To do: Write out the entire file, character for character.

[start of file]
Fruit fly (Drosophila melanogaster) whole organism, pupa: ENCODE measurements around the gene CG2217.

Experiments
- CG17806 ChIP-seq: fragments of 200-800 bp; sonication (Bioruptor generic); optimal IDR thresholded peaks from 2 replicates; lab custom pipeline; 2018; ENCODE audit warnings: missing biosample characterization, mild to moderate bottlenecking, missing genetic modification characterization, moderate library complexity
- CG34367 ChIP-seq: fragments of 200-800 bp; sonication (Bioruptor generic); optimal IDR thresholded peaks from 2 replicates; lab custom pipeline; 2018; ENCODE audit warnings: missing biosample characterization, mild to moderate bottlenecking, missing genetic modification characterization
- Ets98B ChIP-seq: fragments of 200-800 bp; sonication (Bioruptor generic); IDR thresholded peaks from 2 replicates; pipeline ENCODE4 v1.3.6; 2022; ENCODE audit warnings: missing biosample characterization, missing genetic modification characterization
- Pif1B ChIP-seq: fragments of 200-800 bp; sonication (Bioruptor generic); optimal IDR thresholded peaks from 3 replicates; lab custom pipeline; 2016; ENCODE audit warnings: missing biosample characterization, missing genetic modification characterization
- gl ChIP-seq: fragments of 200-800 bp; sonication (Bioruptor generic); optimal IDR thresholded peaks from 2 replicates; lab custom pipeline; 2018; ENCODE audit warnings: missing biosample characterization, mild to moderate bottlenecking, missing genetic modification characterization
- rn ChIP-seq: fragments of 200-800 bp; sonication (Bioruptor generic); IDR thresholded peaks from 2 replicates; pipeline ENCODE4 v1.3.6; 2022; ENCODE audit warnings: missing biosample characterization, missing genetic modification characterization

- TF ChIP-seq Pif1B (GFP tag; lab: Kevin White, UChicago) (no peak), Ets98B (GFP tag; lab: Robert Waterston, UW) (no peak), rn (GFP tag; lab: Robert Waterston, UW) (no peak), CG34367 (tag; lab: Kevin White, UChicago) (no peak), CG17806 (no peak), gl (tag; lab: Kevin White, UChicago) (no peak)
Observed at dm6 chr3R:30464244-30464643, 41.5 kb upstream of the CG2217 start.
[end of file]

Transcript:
Fruit fly (Drosophila melanogaster) whole organism, pupa: ENCODE measurements around the gene CG2217.

Experiments
- CG17806 ChIP-seq: fragments of 200-800 bp; sonication (Bioruptor generic); optimal IDR thresholded peaks from 2 replicates; lab custom pipeline; 2018; ENCODE audit warnings: missing biosample characterization, mild to moderate bottlenecking, missing genetic modification characterization, moderate library complexity
- CG34367 ChIP-seq: fragments of 200-800 bp; sonication (Bioruptor generic); optimal IDR thresholded peaks from 2 replicates; lab custom pipeline; 2018; ENCODE audit warnings: missing biosample characterization, mild to moderate bottlenecking, missing genetic modification characterization
- Ets98B ChIP-seq: fragments of 200-800 bp; sonication (Bioruptor generic); IDR thresholded peaks from 2 replicates; pipeline ENCODE4 v1.3.6; 2022; ENCODE audit warnings: missing biosample characterization, missing genetic modification characterization
- Pif1B ChIP-seq: fragments of 200-800 bp; sonication (Bioruptor generic); optimal IDR thresholded peaks from 3 replicates; lab custom pipeline; 2016; ENCODE audit warnings: missing biosample characterization, missing genetic modification characterization
- gl ChIP-seq: fragments of 200-800 bp; sonication (Bioruptor generic); optimal IDR thresholded peaks from 2 replicates; lab custom pipeline; 2018; ENCODE audit warnings: missing biosample characterization, mild to moderate bottlenecking, missing genetic modification characterization
- rn ChIP-seq: fragments of 200-800 bp; sonication (Bioruptor generic); IDR thresholded peaks from 2 replicates; pipeline ENCODE4 v1.3.6; 2022; ENCODE audit warnings: missing biosample characterization, missing genetic modification characterization

- TF ChIP-seq Pif1B (GFP tag; lab: Kevin White, UChicago) (no peak), Ets98B (GFP tag; lab: Robert Waterston, UW) (no peak), rn (GFP tag; lab: Robert Waterston, UW) (no peak), CG34367 (tag; lab: Kevin White, UChicago) (no peak), CG17806 (no peak), gl (tag; lab: Kevin White, UChicago) (no peak)
Observed at dm6 chr3R:30464244-30464643, 41.5 kb upstream of the CG2217 start.